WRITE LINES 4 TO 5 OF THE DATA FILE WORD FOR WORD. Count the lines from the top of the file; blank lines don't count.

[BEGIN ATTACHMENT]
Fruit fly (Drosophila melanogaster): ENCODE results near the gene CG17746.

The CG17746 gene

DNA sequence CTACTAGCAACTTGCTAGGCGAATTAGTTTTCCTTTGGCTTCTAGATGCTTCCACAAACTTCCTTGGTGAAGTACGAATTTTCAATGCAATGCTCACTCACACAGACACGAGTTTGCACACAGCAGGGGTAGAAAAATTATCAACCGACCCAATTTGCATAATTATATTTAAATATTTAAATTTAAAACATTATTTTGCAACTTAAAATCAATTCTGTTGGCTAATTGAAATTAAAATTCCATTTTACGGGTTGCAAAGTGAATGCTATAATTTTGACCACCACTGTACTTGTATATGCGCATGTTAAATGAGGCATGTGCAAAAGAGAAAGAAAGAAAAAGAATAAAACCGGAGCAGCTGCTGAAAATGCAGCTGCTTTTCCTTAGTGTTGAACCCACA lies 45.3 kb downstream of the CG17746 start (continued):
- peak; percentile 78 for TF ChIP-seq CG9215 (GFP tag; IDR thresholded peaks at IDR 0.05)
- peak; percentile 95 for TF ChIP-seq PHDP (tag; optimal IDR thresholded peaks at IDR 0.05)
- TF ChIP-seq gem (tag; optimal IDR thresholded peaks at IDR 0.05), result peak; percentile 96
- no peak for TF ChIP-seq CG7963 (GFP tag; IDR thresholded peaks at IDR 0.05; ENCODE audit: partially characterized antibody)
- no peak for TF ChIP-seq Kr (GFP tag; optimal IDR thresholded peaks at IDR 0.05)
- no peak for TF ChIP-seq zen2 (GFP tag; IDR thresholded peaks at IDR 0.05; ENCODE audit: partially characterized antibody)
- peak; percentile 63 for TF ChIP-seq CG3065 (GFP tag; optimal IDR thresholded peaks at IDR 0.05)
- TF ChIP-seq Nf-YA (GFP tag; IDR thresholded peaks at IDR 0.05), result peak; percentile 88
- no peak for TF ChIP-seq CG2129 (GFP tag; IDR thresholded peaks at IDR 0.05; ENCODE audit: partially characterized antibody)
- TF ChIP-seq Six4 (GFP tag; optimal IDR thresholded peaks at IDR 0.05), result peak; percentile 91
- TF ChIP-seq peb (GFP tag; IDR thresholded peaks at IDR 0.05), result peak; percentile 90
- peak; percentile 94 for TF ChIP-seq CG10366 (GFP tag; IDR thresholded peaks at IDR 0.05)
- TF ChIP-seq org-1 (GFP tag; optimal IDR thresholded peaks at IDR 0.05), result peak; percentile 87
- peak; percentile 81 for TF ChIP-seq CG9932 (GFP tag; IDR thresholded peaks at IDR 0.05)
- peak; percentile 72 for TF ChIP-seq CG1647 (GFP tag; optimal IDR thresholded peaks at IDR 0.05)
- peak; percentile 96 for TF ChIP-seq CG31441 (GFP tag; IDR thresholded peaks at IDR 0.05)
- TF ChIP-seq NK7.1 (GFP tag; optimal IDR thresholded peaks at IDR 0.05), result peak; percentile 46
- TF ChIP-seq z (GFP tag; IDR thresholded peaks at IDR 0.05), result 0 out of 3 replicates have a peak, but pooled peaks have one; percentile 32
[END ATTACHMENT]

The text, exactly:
- peak; percentile 78 for TF ChIP-seq CG9215 (GFP tag; IDR thresholded peaks at IDR 0.05)
- peak; percentile 95 for TF ChIP-seq PHDP (tag; optimal IDR thresholded peaks at IDR 0.05)